react hooks: closer to a reactive library

react hooks: closer to a reactive library

With the introduction of react hooks, the library is closer to a reactive library, perhaps closer to the original intent of react. I use react hooks via my library scalajs-reaction.

One of the problems with react today is that it sometimes hard to reason about, hook functions (the new component hotness instead of classes) are not pure functions. State, ref, and other types of hooks mutate state underneath in the react “fiber” sub-system.

Hooks is closer to the more ideal approach. In the ideal approach, a little bit of the DOM is updated when the data dependencies that create that part of the DOM change. For example, if a text object changes, then a div or p should change in the DOM. You can do this with hooks, but it looks like (taken from the react hooks website):

function Example({suffix}) {
  const [count, setCount] = useState(0);
  return (
    <div>
      <p>You clicked {count} times</p>
      <button onClick={() => setCount(count + 1)}>
        Click Me - {suffix}
      </button>
    </div>
  );
}

There are others. Notably, useMemo, useCallback, useRef. These hooks take a list of dependencies and then memoize the return value when those dependencies change (using js Object.is). You can memoize the entire component using React.memo(Example) so that it only re-renders when the input properties change.

In other words, given a list of dependencies, whether state or an explicit list, recompute something. Recompute a or recompute the “render”.

const memoizedValue = useMemo(() => computeExpensiveValue(a, b), [a, b]);

Here, the memoized value will be recalculated if a and b change. You can use useMemo to compute a component as well. In fact, if you think about, you really, really want to avoid the cost of creating the component (which can be quite expensive even if its not touching the DOM) as much as you can.

A functional component (a hook component) is really efficient when it memoizes as much as it can in order to do as little processing as possible.

We can think of it like:

Inputs:

  • Component “props”
  • a
  • b
  • memoizedValue
  • “state”

when changed, leads to a creation of a component:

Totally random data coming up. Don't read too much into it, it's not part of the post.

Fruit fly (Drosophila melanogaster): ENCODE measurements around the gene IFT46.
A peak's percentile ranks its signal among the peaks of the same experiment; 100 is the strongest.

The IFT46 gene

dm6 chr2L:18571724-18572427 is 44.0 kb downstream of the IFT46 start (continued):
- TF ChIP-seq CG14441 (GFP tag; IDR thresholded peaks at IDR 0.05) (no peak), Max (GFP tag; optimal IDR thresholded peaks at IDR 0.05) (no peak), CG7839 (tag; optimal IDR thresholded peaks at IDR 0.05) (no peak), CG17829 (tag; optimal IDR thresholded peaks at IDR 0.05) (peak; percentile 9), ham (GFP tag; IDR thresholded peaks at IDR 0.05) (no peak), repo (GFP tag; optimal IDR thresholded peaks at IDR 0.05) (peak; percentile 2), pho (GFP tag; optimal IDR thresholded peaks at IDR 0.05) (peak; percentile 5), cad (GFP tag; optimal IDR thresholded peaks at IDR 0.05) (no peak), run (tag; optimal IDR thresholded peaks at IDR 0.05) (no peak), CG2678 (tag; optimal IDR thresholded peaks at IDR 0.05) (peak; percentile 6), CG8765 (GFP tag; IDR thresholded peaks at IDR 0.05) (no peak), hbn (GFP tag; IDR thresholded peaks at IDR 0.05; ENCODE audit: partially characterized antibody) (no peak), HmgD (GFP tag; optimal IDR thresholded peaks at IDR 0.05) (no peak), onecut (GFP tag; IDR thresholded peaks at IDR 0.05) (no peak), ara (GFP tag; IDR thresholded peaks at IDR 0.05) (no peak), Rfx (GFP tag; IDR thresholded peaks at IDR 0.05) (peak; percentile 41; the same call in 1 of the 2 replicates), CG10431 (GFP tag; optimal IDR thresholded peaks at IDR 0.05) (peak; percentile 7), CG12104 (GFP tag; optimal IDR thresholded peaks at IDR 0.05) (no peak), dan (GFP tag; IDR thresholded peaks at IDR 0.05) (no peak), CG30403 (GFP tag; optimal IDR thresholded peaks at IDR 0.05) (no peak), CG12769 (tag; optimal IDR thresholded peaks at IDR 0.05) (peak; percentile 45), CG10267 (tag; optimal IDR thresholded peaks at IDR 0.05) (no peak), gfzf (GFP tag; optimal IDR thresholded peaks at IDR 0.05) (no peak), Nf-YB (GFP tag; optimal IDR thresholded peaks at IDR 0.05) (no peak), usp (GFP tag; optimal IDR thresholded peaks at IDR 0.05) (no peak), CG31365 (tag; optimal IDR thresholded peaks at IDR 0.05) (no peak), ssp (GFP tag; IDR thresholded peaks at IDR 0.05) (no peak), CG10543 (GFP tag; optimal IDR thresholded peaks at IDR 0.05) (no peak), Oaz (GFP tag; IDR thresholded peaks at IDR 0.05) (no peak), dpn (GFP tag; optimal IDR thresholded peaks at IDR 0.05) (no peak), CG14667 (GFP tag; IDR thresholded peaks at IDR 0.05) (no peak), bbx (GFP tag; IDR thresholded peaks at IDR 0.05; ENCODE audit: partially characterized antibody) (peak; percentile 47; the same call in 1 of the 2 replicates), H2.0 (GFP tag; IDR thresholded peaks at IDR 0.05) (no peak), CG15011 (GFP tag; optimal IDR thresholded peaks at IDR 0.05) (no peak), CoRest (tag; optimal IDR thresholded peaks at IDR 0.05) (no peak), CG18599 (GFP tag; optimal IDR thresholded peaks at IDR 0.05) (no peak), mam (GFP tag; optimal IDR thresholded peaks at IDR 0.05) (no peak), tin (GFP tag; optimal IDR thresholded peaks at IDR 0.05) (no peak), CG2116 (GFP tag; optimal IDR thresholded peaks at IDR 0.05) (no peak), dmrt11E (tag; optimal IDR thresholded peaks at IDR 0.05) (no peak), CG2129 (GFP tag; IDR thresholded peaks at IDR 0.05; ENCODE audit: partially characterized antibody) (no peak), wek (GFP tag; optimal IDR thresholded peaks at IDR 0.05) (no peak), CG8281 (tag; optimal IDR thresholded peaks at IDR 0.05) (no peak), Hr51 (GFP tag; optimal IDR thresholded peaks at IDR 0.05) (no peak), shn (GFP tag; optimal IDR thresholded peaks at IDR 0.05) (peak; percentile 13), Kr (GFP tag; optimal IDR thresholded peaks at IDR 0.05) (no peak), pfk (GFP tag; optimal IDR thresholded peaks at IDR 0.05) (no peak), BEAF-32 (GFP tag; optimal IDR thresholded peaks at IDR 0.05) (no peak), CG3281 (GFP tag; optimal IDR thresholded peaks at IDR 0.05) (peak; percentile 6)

ifchangesinlist(props, a, b, memoizedValue) => "compute new component object"

If we can minimize the processing, make it more precisely mirror its dependencies, then we have reached the objective of creating an efficient component and ideally something that is more functional/pure. binding.scala does this–it’s called precise binding.

With react hooks, it’s kind of there. Here’s a piece of scala.js code that memoizes on the active address and computes a detail component and a summary component. Only when the address changes does the computation run. It assumes that the calculation of equality is less burdensome than the calculation of the actual objects. For many dependent objects, that’s probably true.

	// create a tuple of a detail and summary object when the "active" address changes
    val addressStuff = React.useMemo(active)(() => {
      (AddressDetail(active), AddressSummary(someArg, active))
    })

In the end, react hooks takes us one step closer to what binding.scala does to some degree. In fact, my react hook components have a substantial amount of memoization and dependency specification in order to reduce processing burden. In effect, it is creating a “reactive” component like binding.scala, just not as explicitly and rather heavily in terms of burden on the programmer. mobx is kind of like that but its focused on state management proper while the reactive concept needs to be a more expansive.

It would be alot easier if a real reactive framework was used that made the hook API easier. There are many examples, there have been a few created for scala.js or you can look at binding.scala as an example.

It’ll get there some day. Perhaps someone clever will use the “fiber” API to create it.

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